Automation Nation - Code Wars Heat up as Robots Take Control

Automation Nation - Code Wars Heat up as Robots Take Control

Ever wonder how what you do online and around your house seems to be in full view of many who have no “need to know”? If so, it is likely that you are unfamiliar with the Algorithmically Driven Data Analysis at work in even the tiniest of devices in your home.

As Data Scientists, our work as mathematicians and programmers is principally focused on creating custom trading algorithms for proprietary use on trading desks in an Ultra-High Frequency, Low Latency environment where milliseconds mean the difference between profit and loss. The “flash crash” and Long-Term Capital incidents are examples of where programmed trading went horribly wrong, but most of the transactions that move Trillions of Dollars in Market Cap annually are completed properly.

Now this same technology is being applied to control and collect data flowing from the myriad of devices equipped with microchips organized into Embedded Systems. These tiny devices form the “Internet of Things” and the code used to command them uses virtually (no pun intended) the same math and programming languages that power the trading algorithms we spoke about earlier.

Although there is constant debate among Computer Scientists about whether Java is better than C++ for real-time processing, most of the chip level programs are written in C, especially for architectures like avr, msp430, xscale and some are programmed in assembler. Many applications such as Automatic Meter Reading use systems of hardware and software designed specifically for a particular device. WiFi makes it possible to host an environment where the data that comes off these devices can be analyzed and in some cases, commands be sent back to control temperature levels based on usage, time of day, or season.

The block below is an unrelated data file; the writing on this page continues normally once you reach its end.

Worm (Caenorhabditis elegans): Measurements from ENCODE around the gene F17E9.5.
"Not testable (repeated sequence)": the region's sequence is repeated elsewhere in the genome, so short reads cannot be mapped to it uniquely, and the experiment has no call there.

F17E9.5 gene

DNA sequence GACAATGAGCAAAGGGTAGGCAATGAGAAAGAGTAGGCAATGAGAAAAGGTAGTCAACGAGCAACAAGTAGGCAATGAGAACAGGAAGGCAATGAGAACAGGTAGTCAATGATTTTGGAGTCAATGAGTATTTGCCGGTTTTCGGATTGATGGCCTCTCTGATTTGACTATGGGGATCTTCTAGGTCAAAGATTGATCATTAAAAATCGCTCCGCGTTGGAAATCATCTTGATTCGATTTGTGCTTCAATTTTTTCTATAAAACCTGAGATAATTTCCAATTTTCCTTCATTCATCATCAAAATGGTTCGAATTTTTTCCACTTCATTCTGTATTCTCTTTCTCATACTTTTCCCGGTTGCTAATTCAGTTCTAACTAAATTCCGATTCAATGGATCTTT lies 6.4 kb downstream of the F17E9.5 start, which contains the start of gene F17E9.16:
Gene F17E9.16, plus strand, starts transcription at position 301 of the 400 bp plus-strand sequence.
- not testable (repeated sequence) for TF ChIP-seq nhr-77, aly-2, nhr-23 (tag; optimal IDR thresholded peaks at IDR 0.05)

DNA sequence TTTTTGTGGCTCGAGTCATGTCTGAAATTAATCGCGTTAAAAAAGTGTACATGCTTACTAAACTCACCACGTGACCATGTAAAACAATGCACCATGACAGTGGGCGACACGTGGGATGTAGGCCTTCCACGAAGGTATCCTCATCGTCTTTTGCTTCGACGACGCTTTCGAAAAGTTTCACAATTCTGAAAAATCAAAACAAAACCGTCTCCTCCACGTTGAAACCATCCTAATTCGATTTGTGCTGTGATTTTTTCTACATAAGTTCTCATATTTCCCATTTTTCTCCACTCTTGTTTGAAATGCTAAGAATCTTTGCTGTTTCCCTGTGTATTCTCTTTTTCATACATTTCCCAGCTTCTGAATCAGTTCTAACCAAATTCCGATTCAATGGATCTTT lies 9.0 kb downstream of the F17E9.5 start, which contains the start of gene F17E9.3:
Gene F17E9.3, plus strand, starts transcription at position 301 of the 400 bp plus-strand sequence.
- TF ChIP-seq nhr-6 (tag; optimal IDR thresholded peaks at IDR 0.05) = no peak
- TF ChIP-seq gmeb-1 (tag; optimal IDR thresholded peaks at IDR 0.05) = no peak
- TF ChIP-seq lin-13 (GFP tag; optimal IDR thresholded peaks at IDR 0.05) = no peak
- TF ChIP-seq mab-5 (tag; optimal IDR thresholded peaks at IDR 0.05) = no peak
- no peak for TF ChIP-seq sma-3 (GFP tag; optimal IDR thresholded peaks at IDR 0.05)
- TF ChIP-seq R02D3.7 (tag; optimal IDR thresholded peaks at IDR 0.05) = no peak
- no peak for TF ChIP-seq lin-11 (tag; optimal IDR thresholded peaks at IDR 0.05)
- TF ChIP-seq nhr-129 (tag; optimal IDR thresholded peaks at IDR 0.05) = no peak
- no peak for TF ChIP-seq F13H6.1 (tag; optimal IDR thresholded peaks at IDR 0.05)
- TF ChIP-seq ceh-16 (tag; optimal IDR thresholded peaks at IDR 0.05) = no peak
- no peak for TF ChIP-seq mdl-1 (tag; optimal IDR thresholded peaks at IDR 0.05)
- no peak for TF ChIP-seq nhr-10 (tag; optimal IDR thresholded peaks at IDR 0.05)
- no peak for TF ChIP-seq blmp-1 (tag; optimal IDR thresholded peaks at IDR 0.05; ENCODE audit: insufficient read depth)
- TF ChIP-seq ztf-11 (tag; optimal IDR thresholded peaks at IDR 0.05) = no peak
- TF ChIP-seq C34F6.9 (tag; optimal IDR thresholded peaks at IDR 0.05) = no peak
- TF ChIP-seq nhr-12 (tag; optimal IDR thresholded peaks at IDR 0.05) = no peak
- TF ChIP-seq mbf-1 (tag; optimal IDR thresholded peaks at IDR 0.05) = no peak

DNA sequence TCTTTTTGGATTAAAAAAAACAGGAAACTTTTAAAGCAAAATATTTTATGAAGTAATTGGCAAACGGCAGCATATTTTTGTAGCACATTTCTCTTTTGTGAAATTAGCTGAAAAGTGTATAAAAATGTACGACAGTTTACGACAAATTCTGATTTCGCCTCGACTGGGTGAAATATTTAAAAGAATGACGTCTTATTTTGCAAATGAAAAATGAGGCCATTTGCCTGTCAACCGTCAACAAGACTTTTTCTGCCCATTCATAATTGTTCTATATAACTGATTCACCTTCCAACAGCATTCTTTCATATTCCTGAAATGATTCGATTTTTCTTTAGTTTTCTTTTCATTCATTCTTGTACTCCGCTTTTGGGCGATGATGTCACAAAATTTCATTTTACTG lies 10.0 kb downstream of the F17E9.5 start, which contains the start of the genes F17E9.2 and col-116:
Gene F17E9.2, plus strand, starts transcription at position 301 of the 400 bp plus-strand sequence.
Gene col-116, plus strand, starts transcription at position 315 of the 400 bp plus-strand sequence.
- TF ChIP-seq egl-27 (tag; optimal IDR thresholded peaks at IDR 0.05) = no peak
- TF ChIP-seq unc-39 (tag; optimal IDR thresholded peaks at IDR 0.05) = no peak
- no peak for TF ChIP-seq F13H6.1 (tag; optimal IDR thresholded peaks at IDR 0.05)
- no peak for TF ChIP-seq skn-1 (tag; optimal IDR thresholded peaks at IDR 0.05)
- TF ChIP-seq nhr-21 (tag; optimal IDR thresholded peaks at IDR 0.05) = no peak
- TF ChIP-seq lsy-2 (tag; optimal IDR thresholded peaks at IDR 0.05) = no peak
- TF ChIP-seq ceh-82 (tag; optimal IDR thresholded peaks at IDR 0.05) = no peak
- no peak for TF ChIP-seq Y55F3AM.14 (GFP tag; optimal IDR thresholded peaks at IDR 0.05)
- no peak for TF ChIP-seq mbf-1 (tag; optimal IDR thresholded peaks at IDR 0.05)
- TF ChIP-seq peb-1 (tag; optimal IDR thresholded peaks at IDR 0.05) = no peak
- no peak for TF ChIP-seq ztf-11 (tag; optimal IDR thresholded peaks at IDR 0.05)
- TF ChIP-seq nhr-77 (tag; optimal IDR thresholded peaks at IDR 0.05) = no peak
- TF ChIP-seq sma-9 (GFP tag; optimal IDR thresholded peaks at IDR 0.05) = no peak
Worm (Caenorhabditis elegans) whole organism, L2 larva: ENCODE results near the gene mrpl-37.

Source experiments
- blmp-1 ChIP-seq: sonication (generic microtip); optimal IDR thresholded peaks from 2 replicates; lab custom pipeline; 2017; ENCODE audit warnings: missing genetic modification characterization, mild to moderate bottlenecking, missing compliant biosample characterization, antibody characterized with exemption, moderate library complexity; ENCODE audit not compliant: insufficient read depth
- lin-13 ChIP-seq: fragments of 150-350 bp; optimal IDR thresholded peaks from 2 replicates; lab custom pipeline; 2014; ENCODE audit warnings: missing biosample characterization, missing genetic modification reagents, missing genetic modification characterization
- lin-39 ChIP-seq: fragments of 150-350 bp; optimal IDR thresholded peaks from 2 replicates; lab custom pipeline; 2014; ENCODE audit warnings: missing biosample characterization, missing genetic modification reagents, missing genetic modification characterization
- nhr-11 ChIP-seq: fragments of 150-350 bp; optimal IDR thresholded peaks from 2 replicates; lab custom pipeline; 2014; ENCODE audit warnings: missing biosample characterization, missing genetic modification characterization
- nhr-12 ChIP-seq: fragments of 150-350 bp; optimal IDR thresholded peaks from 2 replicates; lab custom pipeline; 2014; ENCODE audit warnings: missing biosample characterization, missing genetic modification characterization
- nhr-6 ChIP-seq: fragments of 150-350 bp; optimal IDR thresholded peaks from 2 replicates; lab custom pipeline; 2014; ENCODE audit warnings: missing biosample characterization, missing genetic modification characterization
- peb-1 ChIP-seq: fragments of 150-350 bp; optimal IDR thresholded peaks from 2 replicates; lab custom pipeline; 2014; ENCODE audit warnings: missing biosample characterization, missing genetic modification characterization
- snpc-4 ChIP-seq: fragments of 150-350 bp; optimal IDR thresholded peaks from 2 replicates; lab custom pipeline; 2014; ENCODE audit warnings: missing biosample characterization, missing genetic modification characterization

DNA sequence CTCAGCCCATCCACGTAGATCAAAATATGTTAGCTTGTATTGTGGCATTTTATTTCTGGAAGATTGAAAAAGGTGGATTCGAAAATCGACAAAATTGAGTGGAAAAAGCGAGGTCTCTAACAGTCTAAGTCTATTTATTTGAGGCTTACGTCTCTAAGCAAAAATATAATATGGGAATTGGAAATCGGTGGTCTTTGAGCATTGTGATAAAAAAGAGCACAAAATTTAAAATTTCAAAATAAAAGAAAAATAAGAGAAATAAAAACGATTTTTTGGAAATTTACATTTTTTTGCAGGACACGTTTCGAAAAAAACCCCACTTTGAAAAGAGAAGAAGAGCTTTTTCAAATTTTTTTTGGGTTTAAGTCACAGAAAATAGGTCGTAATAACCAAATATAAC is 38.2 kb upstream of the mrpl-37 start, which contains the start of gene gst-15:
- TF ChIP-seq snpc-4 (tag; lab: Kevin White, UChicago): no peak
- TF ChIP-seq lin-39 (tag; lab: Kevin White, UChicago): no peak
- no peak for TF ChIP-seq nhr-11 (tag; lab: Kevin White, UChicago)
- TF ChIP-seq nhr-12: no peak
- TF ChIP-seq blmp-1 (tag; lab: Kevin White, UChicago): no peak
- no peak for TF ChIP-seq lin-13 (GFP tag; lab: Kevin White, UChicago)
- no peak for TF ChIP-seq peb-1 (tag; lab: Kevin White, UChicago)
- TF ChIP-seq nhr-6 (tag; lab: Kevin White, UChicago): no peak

Marketing Analysis has also adopted the use of algorithmic robots to gauge consumer sentiment over the web and suggest real-time strategies to take advantage of dislocations in buying patterns or patterns of buying behavior. One company providing these programmable robots for use across the social web is Kapow Software through their Kapplets™ technology.

Perhaps the most powerful and well-known use of complex algorithms is Google’s PageRank which works by assigning numerical weighting to every element within documents that has been hyperlinked. The purpose of the weighting is to quantify the relative significance of the elements in the set. Periodically, Google tweaks the algorithm and unleashes a wave of nasty surprises across the web as people find that their successful online niche businesses has suddenly – and unaccountably – disappeared.

While these “step-by-step procedures for calculations” seem unlikely candidates for the role of tyrant, their power comes from the fact that they are the key ingredients of all significant computer programs and the logic embedded in them determines what those programs do. In that sense, algorithms are the secret sauce of our increasingly digitized world.

A study by professors at Oxford University suggests that up to 47% of the jobs now performed by humans are at risk of being automated within the next twenty years. And if they haven’t already influenced your shopping, they have certainly determined how your pension fund is doing, and whether your application for a mortgage has been successful. One day they may even determine how you vote.

Article written by John Hooks
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